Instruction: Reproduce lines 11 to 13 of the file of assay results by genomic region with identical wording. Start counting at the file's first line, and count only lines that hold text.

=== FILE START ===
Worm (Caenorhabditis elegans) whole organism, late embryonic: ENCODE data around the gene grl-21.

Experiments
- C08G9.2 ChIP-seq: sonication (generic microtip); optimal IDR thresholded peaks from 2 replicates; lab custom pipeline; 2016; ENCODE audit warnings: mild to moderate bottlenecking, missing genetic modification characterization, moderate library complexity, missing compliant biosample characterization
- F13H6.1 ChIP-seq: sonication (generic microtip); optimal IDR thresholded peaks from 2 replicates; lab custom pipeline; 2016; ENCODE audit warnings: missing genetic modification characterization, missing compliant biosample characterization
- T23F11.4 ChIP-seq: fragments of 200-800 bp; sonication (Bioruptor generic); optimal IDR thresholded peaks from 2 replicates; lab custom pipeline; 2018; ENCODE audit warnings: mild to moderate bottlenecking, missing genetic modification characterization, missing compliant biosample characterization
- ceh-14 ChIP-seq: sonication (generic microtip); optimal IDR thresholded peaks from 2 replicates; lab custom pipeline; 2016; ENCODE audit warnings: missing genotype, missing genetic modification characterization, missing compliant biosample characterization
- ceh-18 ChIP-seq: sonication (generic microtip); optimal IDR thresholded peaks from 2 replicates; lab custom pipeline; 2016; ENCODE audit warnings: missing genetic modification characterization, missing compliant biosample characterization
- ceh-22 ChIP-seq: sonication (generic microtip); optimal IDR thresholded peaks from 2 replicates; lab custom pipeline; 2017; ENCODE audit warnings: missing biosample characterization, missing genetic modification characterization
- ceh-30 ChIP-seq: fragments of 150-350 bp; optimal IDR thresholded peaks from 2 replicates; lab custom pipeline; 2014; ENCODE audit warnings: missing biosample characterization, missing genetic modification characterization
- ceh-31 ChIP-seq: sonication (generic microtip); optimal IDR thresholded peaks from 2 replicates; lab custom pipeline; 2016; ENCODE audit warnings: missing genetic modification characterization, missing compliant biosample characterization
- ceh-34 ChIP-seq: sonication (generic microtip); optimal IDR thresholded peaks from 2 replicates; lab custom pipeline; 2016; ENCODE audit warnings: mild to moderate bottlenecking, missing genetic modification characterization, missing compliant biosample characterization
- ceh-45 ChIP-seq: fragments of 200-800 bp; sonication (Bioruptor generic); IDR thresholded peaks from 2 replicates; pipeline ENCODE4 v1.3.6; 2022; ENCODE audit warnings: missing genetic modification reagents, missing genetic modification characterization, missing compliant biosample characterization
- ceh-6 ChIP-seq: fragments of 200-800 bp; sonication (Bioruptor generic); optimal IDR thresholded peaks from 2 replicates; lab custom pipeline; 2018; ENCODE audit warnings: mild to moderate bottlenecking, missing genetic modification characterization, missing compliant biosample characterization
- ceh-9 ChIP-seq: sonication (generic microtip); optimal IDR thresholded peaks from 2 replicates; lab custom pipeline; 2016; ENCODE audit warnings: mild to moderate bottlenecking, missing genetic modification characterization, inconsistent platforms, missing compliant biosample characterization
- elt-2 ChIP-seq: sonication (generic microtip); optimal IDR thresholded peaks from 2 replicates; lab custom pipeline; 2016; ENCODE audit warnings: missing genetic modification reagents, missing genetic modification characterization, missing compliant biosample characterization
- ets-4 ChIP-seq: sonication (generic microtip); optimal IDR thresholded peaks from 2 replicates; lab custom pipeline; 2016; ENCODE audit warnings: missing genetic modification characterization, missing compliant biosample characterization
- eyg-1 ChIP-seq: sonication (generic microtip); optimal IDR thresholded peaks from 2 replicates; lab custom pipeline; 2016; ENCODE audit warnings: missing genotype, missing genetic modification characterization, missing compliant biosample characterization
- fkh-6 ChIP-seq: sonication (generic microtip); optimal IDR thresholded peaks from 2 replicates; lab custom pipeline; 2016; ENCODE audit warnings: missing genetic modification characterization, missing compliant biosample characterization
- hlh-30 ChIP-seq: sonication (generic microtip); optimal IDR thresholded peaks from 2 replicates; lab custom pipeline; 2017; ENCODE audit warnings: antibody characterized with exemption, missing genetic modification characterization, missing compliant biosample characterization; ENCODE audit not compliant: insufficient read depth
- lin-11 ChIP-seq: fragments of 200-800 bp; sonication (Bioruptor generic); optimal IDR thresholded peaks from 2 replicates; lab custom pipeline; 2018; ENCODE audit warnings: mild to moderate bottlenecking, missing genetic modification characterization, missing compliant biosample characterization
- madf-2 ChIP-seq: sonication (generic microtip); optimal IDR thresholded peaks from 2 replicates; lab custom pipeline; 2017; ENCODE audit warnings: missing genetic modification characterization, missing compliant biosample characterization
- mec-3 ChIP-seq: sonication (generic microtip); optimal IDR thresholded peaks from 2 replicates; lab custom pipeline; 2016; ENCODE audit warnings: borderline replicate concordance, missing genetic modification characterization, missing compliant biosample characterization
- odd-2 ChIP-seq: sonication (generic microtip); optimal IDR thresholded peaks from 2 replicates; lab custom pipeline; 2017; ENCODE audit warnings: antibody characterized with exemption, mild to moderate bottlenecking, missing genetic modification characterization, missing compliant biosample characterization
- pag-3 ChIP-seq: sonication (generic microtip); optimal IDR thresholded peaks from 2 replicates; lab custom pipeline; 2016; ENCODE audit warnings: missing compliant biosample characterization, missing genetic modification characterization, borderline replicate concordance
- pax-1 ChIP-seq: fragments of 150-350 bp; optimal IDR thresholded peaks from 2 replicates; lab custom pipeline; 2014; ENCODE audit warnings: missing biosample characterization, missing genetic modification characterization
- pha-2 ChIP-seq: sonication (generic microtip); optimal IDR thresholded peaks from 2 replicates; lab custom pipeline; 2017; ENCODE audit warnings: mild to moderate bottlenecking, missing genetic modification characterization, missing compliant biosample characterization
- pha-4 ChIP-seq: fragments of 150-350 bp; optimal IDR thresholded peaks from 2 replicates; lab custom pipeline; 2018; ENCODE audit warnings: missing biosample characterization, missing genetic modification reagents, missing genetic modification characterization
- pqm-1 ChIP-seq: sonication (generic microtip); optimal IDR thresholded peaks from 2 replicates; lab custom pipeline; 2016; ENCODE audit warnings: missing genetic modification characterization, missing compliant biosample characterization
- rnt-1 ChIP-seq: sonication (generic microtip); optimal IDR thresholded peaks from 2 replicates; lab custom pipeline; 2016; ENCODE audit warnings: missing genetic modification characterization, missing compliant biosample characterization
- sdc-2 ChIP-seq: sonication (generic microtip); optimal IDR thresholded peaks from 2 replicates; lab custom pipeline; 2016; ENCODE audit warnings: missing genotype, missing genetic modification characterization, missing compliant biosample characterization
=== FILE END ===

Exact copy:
- ceh-34 ChIP-seq: sonication (generic microtip); optimal IDR thresholded peaks from 2 replicates; lab custom pipeline; 2016; ENCODE audit warnings: mild to moderate bottlenecking, missing genetic modification characterization, missing compliant biosample characterization
- ceh-45 ChIP-seq: fragments of 200-800 bp; sonication (Bioruptor generic); IDR thresholded peaks from 2 replicates; pipeline ENCODE4 v1.3.6; 2022; ENCODE audit warnings: missing genetic modification reagents, missing genetic modification characterization, missing compliant biosample characterization
- ceh-6 ChIP-seq: fragments of 200-800 bp; sonication (Bioruptor generic); optimal IDR thresholded peaks from 2 replicates; lab custom pipeline; 2018; ENCODE audit warnings: mild to moderate bottlenecking, missing genetic modification characterization, missing compliant biosample characterization